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Under Armour announces record deal: what it means for the stock

The battle over college sports is heating up.

Today Under Armour announced a 15-year footwear and apparel deal with the University of California, Los Angeles. At $280 million, it is the largest college-deal in history.

But with the stock under pressure this year--shares are down 8% since January--will the deal's high price benefit the stock? What, if any, long-term effect will the partnership have for shareholders?

On the "Halftime Report" today, the desk debated the potential merits--and pitfalls--of the deal.


Pete Najarian believes the partnership is a step in the right direction for the company. Under Armour is focused on growing its footwear sales, and its celebrity endorsements have so far been a positive driving force. So while he concedes it was a lot of money to spend, he believes the deal could lead to an upside in sales, and ultimately in the stock.

"If you look at all the sponsorships, they [Under Armour] have been in the right place at the right time...they're showing incredible growth in footwear, so they're doing all the right things. They are spending a lot of money, but that's something that Kevin Plank talked about. They've got to invest, so they've got to spend that money to get this exposure out there," Najarian argued.

Like his brother, Jon Najarian believes the partnership will lead to increased visibility for the brand.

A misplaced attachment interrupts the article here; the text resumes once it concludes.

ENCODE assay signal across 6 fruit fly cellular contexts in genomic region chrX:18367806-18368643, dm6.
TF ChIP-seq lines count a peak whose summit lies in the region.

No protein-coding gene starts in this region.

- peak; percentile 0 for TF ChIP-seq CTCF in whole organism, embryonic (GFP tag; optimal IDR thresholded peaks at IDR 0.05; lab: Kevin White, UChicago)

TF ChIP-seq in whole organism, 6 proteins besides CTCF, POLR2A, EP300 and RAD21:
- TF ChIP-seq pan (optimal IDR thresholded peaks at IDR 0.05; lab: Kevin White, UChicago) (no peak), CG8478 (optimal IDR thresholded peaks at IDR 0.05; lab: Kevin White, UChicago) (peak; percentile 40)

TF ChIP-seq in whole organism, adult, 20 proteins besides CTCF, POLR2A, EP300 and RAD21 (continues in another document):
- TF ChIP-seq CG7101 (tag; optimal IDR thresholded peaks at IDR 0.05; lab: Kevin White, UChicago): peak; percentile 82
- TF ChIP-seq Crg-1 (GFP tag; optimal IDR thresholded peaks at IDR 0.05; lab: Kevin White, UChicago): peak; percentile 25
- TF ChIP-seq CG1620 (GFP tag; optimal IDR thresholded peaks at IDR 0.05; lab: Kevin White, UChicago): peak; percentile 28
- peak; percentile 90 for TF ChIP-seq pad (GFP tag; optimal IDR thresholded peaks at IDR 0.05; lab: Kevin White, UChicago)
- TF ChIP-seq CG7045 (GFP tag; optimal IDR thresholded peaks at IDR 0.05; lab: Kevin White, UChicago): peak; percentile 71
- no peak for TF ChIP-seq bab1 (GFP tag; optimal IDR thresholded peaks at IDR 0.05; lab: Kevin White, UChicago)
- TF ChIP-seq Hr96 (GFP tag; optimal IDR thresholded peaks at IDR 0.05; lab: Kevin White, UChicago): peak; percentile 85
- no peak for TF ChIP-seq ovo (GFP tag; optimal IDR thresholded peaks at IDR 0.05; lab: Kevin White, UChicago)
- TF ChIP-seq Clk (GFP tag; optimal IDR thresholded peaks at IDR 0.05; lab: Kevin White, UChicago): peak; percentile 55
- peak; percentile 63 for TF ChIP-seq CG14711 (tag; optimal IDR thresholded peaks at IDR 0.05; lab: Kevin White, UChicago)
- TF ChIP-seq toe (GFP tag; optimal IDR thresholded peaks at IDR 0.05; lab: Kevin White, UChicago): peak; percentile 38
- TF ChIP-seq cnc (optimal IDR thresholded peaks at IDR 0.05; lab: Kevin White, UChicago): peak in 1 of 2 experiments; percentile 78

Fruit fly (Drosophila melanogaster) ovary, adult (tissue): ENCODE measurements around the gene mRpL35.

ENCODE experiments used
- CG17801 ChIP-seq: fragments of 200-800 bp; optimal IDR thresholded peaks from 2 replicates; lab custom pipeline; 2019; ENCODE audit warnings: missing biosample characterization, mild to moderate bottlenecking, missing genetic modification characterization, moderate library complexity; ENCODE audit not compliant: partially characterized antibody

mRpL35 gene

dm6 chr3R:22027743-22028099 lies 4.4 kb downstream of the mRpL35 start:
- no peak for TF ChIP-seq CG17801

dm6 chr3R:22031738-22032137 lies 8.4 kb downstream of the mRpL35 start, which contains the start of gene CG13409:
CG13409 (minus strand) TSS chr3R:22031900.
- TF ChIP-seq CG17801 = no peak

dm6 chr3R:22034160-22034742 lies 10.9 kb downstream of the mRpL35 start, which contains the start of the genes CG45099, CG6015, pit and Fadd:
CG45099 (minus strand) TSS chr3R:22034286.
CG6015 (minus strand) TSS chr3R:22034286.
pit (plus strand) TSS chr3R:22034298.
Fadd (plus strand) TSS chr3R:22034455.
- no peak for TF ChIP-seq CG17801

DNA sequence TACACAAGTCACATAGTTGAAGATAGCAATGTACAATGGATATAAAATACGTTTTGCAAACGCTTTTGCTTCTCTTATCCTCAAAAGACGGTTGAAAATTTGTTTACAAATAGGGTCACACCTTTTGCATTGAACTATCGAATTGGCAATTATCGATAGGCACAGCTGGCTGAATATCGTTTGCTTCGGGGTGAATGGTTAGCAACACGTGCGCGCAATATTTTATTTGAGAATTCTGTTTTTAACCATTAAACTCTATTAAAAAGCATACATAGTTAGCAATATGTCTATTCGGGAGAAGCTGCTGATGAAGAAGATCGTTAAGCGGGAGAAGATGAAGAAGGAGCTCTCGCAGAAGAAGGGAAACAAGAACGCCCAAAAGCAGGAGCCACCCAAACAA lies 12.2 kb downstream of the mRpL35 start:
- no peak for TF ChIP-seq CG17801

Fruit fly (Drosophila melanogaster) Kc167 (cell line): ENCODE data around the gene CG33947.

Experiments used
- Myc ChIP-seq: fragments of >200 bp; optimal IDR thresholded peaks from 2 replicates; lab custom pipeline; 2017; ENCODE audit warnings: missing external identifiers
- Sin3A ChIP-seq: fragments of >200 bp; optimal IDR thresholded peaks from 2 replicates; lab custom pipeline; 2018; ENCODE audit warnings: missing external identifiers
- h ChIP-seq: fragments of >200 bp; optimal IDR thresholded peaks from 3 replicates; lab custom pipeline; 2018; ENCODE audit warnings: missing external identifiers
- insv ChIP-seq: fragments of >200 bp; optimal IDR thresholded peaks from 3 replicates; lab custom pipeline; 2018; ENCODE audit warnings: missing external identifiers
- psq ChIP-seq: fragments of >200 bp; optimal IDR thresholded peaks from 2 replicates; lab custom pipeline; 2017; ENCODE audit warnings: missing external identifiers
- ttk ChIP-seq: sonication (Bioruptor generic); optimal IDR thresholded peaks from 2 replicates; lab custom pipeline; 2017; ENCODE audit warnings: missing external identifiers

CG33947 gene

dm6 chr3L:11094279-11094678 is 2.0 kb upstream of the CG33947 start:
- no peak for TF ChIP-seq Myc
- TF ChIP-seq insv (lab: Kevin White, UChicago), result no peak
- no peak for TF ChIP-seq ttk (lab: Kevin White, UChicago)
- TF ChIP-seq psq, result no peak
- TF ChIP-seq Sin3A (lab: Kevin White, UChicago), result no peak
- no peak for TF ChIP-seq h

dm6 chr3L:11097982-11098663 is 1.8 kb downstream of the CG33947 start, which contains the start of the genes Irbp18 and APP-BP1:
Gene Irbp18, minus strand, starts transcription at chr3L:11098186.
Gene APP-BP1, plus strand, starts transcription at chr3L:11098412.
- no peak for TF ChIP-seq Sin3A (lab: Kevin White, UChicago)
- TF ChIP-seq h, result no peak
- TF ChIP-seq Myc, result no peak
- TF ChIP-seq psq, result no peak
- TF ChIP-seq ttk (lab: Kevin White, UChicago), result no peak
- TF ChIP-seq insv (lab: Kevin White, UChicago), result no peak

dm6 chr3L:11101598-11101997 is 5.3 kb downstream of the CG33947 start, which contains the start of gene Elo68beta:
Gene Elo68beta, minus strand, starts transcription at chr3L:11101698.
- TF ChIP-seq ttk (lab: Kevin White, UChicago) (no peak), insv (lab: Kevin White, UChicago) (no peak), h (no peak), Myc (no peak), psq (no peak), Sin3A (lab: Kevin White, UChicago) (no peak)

"It [college football] is something that people watch live, which is then a greater value to the people running commercials...a lot of us that are interested in the sport have to watch it live, and that's great for the commercials," Jon Najarian argued.

Steve Weiss, on the other hand, isn't sold on the benefits of Under Armour's deal.

"We don't know what the economics are. The numbers keep going up higher and higher, and you don't know what the payoff is since it's a 15-year deal."

That said, Weiss does note that the longevity of the deal keeps other players--except for Nike--out of the market. "It's basically a two-horse market, and there's a value to that," he said.

Like Weiss, Joe Terranova believes the deal is hard to evaluate. "A lot of these deals are new to the marketplace for companies like Under Armour...we're going to know 3-5 years from now if they spent way too much."

Trader disclosure: On May 24, 2016 the following stocks and commodities mentioned or intended to be mentioned on CNBC's "Halftime Report" were owned by the "Halftime Report" traders:

Jon Najarian: Long CCI, CHS, DIS, MGM, NFLX, PEP,PFE, RAX. Long calls BURL, DIS, FIT, FSLR, GDX, LVS, M, MDLZ, MO, MSFT, NFLX, QCOM, SCTY, SYF, YHOO

Pete Najarian: Long AAPL, BAC, BMY, CSCO, DIS,DISCA, GE, KMI, KMI.A, KO, LUX, MRK, PEP, PFE, SAVE, VIAB, ZIOP. Long calls: AAL, AKS, AMJ, CRM, EGO, EWZ, FEYE, GLW, GS, GSAT, HAL, HBAN, KGC, LLY, MT,NLNK, POT, SLV, SRPT, SVU, UAL, YHOO Long Puts: BBY, BID, FCX, PBR, VLO

Joe Terranova: Long BLK, DPZ, FB, NXPI, ORCL, PNC, VIRT, VRTS

Steve Weiss: Long AAL, AGN, ATVI, BAC, CVC, DAL, MDVN, SCHW